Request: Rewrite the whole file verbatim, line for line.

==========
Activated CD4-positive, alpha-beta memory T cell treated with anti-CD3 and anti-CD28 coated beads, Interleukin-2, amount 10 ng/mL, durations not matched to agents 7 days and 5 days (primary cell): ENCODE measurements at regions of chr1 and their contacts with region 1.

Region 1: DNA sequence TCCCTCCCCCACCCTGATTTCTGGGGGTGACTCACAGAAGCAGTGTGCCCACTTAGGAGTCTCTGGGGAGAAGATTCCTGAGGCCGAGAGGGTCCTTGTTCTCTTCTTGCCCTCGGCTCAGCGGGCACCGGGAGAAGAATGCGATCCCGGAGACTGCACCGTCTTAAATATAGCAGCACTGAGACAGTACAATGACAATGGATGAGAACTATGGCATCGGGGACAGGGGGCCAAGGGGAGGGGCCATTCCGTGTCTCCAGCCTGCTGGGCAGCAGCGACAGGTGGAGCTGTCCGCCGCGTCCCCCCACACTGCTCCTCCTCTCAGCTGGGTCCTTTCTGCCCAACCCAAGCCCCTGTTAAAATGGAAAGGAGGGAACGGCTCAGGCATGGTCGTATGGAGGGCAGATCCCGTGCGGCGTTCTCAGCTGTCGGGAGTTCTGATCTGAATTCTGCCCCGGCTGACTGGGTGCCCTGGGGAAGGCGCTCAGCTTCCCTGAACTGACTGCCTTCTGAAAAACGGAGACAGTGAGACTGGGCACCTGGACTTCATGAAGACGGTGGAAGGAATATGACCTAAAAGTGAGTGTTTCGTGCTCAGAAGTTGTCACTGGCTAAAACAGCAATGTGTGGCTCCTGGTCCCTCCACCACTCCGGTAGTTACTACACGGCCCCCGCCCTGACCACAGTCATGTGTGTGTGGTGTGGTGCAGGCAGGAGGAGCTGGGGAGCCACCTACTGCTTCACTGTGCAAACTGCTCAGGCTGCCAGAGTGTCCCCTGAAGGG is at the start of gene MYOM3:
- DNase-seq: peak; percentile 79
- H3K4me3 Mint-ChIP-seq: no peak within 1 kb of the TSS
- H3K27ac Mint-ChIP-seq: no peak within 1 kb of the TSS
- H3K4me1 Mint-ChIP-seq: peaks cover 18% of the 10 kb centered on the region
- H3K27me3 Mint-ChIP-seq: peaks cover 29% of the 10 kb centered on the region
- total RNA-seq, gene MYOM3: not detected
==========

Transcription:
Activated CD4-positive, alpha-beta memory T cell treated with anti-CD3 and anti-CD28 coated beads, Interleukin-2, amount 10 ng/mL, durations not matched to agents 7 days and 5 days (primary cell): ENCODE measurements at regions of chr1 and their contacts with region 1.

Region 1: DNA sequence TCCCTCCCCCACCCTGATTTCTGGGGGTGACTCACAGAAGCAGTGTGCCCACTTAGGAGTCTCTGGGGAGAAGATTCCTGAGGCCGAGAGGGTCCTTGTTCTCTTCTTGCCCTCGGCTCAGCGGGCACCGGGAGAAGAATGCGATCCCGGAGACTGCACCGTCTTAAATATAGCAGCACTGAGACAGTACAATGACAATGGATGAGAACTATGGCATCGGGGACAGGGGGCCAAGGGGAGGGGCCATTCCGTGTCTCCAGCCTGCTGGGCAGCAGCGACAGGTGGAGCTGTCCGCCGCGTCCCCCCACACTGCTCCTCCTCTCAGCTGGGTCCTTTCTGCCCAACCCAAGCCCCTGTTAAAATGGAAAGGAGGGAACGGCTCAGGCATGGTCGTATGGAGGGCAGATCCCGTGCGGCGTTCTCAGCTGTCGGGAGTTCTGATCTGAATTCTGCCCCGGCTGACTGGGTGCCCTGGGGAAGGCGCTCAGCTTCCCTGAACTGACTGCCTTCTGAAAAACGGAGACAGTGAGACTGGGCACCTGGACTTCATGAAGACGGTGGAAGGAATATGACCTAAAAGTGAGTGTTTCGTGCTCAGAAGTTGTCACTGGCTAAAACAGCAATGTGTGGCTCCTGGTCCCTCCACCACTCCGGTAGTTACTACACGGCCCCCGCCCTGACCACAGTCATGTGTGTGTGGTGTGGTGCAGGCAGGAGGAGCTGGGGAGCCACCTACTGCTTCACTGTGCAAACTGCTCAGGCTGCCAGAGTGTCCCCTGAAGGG is at the start of gene MYOM3:
- DNase-seq: peak; percentile 79
- H3K4me3 Mint-ChIP-seq: no peak within 1 kb of the TSS
- H3K27ac Mint-ChIP-seq: no peak within 1 kb of the TSS
- H3K4me1 Mint-ChIP-seq: peaks cover 18% of the 10 kb centered on the region
- H3K27me3 Mint-ChIP-seq: peaks cover 29% of the 10 kb centered on the region
- total RNA-seq, gene MYOM3: not detected